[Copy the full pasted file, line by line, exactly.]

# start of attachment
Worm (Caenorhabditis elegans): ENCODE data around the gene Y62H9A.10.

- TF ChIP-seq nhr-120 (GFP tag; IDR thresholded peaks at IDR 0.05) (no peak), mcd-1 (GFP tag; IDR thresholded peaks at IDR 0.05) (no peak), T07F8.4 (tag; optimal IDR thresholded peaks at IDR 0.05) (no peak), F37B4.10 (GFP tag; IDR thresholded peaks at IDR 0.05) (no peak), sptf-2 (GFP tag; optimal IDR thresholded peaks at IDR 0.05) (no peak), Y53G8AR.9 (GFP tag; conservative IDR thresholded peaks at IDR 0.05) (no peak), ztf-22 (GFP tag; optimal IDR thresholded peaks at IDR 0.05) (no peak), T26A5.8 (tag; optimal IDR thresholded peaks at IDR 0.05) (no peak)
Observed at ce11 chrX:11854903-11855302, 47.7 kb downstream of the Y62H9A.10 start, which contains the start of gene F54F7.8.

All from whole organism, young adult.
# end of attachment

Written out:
Worm (Caenorhabditis elegans): ENCODE data around the gene Y62H9A.10.

- TF ChIP-seq nhr-120 (GFP tag; IDR thresholded peaks at IDR 0.05) (no peak), mcd-1 (GFP tag; IDR thresholded peaks at IDR 0.05) (no peak), T07F8.4 (tag; optimal IDR thresholded peaks at IDR 0.05) (no peak), F37B4.10 (GFP tag; IDR thresholded peaks at IDR 0.05) (no peak), sptf-2 (GFP tag; optimal IDR thresholded peaks at IDR 0.05) (no peak), Y53G8AR.9 (GFP tag; conservative IDR thresholded peaks at IDR 0.05) (no peak), ztf-22 (GFP tag; optimal IDR thresholded peaks at IDR 0.05) (no peak), T26A5.8 (tag; optimal IDR thresholded peaks at IDR 0.05) (no peak)
Observed at ce11 chrX:11854903-11855302, 47.7 kb downstream of the Y62H9A.10 start, which contains the start of gene F54F7.8.

All from whole organism, young adult.